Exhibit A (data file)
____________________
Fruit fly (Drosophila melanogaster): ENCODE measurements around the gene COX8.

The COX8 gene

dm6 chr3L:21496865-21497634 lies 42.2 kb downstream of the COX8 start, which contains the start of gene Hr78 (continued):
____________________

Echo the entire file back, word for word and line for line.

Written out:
Fruit fly (Drosophila melanogaster): ENCODE measurements around the gene COX8.

The COX8 gene

dm6 chr3L:21496865-21497634 lies 42.2 kb downstream of the COX8 start, which contains the start of gene Hr78 (continued):